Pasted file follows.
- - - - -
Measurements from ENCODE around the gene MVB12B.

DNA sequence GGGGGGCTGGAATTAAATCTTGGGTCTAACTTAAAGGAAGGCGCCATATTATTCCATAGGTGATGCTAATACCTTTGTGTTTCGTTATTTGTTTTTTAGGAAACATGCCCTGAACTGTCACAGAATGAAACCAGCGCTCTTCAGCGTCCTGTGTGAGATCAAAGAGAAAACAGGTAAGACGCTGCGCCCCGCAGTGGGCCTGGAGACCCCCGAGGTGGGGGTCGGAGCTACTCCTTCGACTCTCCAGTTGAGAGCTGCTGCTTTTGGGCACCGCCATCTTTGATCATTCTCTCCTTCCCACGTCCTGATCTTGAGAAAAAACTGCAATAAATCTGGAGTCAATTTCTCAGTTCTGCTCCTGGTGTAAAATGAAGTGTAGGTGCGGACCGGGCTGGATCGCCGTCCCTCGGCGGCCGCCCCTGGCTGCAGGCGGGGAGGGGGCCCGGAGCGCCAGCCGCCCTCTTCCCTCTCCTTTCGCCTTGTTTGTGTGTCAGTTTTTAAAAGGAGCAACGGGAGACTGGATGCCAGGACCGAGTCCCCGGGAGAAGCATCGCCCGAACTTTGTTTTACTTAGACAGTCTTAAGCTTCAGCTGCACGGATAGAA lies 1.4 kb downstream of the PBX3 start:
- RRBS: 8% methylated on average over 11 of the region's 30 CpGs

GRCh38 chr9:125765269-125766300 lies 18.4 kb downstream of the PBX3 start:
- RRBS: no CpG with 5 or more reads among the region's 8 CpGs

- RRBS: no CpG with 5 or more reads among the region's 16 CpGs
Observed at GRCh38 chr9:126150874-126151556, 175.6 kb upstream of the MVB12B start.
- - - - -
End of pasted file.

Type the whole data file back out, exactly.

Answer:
Measurements from ENCODE around the gene MVB12B.

DNA sequence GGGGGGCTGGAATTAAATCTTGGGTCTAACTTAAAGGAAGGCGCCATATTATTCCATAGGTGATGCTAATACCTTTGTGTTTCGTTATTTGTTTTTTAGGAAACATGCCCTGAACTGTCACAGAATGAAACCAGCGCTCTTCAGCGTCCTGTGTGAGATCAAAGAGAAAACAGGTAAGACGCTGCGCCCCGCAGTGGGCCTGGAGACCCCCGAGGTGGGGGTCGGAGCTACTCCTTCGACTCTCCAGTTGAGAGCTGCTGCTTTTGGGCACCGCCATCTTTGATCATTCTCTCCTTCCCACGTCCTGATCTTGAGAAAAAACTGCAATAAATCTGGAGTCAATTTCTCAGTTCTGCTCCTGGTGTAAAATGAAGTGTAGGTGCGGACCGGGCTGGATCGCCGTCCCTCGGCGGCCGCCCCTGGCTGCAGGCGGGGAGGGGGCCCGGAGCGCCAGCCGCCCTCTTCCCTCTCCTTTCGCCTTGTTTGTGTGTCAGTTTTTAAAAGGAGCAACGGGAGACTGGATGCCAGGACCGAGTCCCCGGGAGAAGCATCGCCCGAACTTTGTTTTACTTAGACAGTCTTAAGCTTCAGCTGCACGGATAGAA lies 1.4 kb downstream of the PBX3 start:
- RRBS: 8% methylated on average over 11 of the region's 30 CpGs

GRCh38 chr9:125765269-125766300 lies 18.4 kb downstream of the PBX3 start:
- RRBS: no CpG with 5 or more reads among the region's 8 CpGs

- RRBS: no CpG with 5 or more reads among the region's 16 CpGs
Observed at GRCh38 chr9:126150874-126151556, 175.6 kb upstream of the MVB12B start.